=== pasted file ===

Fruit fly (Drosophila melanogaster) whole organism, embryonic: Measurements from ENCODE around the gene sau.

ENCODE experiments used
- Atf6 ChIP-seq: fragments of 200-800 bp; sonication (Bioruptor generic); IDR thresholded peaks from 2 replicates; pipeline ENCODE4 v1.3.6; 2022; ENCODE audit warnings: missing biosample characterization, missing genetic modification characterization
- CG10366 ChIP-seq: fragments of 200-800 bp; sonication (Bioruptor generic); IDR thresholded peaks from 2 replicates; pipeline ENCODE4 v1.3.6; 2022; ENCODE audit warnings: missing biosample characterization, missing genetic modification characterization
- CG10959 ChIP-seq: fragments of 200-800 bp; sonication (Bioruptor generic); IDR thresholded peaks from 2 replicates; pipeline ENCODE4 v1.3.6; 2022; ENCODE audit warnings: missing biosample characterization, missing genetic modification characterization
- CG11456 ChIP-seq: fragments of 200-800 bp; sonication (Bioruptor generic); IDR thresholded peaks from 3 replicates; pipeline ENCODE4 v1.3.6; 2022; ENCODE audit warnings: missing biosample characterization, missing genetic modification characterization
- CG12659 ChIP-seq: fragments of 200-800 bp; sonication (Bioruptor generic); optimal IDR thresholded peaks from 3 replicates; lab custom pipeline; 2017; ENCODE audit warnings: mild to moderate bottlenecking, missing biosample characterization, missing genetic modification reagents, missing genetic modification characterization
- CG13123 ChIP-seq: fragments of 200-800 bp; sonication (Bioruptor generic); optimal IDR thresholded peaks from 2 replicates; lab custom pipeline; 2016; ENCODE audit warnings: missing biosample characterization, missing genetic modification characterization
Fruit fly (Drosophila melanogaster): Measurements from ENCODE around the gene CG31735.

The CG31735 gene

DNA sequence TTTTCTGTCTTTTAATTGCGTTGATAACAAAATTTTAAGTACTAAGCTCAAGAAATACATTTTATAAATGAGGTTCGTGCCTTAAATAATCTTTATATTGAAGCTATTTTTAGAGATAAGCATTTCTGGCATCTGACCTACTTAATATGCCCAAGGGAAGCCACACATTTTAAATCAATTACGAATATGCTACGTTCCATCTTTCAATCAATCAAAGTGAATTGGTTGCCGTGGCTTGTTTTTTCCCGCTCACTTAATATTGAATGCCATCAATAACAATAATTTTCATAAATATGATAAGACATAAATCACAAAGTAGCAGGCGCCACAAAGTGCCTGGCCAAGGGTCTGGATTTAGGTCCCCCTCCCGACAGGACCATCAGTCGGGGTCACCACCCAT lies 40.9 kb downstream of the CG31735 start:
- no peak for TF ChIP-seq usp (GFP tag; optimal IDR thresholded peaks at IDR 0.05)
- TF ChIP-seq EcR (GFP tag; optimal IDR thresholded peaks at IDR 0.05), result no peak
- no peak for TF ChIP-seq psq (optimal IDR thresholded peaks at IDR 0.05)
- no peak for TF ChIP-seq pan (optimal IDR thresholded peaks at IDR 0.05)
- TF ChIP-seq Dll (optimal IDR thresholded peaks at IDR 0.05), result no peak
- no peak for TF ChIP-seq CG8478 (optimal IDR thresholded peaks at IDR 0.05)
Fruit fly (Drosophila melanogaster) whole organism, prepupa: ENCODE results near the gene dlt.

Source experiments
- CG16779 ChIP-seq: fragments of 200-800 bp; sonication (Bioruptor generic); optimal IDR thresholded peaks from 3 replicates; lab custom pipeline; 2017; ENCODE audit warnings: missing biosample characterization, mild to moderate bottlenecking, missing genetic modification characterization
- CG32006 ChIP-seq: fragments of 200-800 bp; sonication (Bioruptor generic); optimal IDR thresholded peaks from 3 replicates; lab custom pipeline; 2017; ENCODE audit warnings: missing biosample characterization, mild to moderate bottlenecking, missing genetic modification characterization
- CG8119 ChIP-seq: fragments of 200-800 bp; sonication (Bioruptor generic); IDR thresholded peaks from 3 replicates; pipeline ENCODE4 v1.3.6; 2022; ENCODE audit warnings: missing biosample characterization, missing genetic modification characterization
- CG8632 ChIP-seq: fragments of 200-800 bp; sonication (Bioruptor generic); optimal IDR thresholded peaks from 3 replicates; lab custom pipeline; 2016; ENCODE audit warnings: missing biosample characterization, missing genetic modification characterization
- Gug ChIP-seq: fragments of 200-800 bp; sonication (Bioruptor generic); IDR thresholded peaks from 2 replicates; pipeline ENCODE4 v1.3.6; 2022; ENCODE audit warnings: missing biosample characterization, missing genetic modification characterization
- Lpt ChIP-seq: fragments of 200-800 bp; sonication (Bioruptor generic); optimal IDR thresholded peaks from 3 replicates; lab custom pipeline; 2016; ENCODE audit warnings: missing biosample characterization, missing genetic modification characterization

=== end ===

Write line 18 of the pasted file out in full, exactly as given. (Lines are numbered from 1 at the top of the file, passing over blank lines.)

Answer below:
Fruit fly (Drosophila melanogaster) whole organism, prepupa: ENCODE results near the gene dlt.